The Power of Data View Web Parts

I recently had an opportunity to mirror some Access reports in SharePoint.  It reminded me how powerful Data View Web Parts in SharePoint really are.  Here’s what I did…

The Access front end was using SQL Server as its back end data server, so I knew that I could get at the data from SharePoint.  The first step was to create a blank site in SharePoint.  Then, in Frontpage (I used Frontpage because this was a SharePoint 2003 site — better safe than sorry), I went To Data/Insert Data View.  Under Database Connections, I created a connection to the SQL Server database and specified that I would use a custom query.  I dropped the SQL query from Access into the custom query dialog, closed the window, took a look at the Data View and whoops — it didn’t work.  I kept getting the error below every time I tried to look at the Data View.


It turns out that I was getting caught by the friendliness of Access.  Access is fairly forgiving about query syntax, where SQL Server is not.  So, for instance, when I did a tablename.field = No in a WHERE clause, SQL Server didn’t like it.  It turns out that it wanted me to say tablename.field = 0, because that is the actual value stored in the field.  There were a few other little peculiarities like this, but after some fiddling, I was able to get the query to run.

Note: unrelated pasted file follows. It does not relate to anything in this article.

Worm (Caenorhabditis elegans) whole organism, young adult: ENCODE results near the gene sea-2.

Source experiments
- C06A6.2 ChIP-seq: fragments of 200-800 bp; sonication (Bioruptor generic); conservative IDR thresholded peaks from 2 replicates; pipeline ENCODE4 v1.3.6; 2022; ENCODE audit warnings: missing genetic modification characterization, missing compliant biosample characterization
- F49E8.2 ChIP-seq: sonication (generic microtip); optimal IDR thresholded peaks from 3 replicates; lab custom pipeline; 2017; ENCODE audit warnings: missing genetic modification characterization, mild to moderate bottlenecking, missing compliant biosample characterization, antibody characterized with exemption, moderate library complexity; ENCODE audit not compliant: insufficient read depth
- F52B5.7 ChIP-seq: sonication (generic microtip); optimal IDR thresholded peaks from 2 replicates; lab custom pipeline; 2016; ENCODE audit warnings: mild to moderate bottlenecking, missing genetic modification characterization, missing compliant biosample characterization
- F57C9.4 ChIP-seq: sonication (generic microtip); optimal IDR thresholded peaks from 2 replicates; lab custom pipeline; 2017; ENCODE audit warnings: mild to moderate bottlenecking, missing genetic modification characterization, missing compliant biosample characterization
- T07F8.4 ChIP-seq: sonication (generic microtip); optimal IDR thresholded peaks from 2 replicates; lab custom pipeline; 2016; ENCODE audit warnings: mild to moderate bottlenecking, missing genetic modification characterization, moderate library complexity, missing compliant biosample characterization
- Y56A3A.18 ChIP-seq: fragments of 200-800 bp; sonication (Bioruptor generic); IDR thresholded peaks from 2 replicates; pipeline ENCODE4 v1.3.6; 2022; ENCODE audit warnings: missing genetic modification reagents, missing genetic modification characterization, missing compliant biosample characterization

Once it was running, I inserted the Data View into the site.  When you do this, you get a very basic table containing the results of you query.  Not pretty, but the data is there.  However, there is virtually total freedom in formatting the table.  Since I was mimicking an Access report, I wanted the Data View to look just like the printed report.  After about 30 minutes of fiddling with grouping, sorting, and formatting, I was able to go from this:

to this:

and with full control of the formatting (and had the client wanted it), it could have looked even nicer!

Have a thought or opinion?